Thanks to IO-Link, machine manufacturer and system integrators are enabled to integrate for example proportional hydraulic series valves and sensors into digital communication structures with very little engineering effort. With its simple communication structure, IO-Link has low hardware requirements. Additionally, the standardized M12 connection technology enables simple and cost-efficient connection of hydraulic valves in the field. This way, previously “deaf-mute” components with analog control are transformed in communicating and flexible actuators and sensors.

IO-Link: Manufacturer-independent and compatible with all field bus protocols

The manufacturer-independent IO-Link according to IEC 61131-9 standardizes connection technology for actuators, sensors and other equipment and provides a digital communication protocol for data exchange between control systems and devices regardless of the field bus. Field bus technology is not replaced but extended. Parallel communication enables machine manufacturers use of IO-Link with all protocols and integration of IO-Link-compatible devices into various concepts without additional effort.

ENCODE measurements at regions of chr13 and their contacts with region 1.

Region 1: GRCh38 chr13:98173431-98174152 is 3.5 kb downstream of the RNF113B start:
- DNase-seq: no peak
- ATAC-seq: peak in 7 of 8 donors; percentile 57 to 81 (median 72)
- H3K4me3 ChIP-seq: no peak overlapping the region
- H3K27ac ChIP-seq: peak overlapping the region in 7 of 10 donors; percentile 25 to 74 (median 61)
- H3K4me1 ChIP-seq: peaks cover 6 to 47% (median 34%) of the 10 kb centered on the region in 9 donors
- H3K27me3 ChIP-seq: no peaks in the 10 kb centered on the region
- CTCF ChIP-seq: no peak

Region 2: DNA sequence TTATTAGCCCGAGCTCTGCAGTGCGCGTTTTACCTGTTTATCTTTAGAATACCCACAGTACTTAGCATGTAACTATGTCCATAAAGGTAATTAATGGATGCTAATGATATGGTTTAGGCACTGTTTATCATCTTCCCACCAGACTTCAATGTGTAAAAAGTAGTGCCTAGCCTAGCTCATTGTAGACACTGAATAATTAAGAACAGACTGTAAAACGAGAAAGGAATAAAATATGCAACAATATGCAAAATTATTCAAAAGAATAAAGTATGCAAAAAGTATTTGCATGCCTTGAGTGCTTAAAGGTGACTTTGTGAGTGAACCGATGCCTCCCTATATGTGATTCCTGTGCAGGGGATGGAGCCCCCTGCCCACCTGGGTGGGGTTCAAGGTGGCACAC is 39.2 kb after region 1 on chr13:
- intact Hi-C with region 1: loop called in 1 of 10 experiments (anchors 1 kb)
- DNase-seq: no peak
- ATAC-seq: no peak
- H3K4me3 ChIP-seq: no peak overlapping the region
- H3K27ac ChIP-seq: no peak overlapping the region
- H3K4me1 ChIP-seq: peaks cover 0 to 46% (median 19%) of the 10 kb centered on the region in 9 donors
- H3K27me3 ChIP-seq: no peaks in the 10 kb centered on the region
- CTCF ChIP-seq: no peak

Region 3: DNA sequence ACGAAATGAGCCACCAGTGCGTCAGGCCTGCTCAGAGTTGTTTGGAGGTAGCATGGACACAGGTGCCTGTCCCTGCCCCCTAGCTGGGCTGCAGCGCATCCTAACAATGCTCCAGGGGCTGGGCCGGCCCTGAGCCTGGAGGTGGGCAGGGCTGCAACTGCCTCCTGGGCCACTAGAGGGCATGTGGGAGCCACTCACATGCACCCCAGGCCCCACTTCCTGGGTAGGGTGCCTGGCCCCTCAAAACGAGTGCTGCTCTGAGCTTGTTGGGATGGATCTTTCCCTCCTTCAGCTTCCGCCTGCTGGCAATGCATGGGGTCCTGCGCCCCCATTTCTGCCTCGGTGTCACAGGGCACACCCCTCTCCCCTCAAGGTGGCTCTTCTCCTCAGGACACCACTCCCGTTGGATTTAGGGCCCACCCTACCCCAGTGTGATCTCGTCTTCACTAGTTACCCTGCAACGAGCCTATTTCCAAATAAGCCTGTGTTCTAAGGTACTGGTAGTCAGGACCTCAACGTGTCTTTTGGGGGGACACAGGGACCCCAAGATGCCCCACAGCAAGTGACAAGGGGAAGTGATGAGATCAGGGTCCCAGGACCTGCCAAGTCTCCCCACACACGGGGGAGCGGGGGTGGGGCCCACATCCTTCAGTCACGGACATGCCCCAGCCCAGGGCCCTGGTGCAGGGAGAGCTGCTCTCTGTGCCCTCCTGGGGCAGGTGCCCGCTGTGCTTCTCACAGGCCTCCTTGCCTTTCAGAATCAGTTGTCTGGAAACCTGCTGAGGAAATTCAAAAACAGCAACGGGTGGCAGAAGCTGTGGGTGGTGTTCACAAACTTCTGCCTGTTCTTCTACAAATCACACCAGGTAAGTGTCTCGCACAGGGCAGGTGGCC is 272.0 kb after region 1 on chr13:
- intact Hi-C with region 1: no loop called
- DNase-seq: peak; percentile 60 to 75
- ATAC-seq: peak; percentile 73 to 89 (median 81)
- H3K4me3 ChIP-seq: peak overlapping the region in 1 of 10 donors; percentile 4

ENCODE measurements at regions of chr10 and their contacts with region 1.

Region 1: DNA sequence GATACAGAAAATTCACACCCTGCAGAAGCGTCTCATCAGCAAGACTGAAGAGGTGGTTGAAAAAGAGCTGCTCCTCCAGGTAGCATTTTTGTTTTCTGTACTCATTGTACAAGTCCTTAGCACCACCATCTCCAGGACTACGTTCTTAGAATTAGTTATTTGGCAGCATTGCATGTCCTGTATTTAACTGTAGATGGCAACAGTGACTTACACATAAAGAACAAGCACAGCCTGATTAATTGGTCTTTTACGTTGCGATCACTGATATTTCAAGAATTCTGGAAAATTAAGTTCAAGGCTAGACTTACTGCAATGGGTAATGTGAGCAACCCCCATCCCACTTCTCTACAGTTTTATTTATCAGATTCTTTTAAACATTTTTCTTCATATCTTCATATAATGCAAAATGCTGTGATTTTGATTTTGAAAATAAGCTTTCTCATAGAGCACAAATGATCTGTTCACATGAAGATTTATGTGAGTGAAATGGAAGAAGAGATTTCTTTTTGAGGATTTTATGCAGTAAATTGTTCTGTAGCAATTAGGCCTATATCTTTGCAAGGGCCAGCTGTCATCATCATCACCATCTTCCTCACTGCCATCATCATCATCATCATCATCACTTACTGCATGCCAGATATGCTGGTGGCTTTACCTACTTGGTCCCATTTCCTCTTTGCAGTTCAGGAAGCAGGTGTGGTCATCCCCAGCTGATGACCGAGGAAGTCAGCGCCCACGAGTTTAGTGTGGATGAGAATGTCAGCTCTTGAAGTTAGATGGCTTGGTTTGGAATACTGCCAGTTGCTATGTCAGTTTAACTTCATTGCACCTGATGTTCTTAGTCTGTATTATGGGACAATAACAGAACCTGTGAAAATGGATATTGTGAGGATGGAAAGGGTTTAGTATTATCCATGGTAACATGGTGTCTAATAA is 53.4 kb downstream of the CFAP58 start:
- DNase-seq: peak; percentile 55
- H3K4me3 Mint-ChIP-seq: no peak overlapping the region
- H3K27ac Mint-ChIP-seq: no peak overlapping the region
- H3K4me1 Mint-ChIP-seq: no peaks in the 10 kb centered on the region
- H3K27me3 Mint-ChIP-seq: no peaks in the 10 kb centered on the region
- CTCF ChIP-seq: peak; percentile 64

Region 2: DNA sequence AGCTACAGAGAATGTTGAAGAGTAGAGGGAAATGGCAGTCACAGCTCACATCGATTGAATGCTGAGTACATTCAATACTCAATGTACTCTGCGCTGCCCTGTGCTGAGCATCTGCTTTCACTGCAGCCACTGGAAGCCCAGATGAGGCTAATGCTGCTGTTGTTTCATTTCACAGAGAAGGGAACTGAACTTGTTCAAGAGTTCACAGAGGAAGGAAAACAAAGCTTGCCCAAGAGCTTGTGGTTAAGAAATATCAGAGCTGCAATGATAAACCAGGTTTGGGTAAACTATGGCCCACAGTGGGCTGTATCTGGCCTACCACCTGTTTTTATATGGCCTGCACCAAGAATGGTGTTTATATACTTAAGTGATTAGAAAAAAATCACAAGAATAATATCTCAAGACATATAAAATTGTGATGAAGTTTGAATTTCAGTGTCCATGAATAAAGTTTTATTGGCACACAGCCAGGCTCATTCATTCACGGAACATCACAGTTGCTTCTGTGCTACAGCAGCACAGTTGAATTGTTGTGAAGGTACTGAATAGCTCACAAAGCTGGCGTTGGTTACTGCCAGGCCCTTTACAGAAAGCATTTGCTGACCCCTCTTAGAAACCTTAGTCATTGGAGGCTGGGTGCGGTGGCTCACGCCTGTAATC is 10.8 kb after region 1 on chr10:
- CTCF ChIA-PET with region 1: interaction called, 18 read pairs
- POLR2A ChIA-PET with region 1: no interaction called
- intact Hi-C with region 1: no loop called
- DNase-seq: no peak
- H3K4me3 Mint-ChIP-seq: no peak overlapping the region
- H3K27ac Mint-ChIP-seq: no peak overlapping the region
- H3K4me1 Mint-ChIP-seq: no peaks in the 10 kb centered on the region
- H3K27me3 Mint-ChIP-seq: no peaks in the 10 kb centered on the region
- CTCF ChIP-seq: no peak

IO-Link is currently already supported by around 130 device manufacturers and companies in the field of technology. Around 40 manufacturers offer IO-Link Masters and the standard is supported by nine manufacturers of control systems with central Masters and respective engineering tools. IO-Link devices are in the product range of almost sixty manufacturers of sensors, actuators and other peripherals. Rexroth, for example, now also offers hydraulic proportional valves and pressure sensors with respective technology. Function and performance of these proportional valves are identical to series valves. However, they also offer all options for bi-directional communication via IO-Link. This way, the hydraulics can be integrated seamlessly into connected structures. Parameters can be changed and operating states changed by the control system during running operation.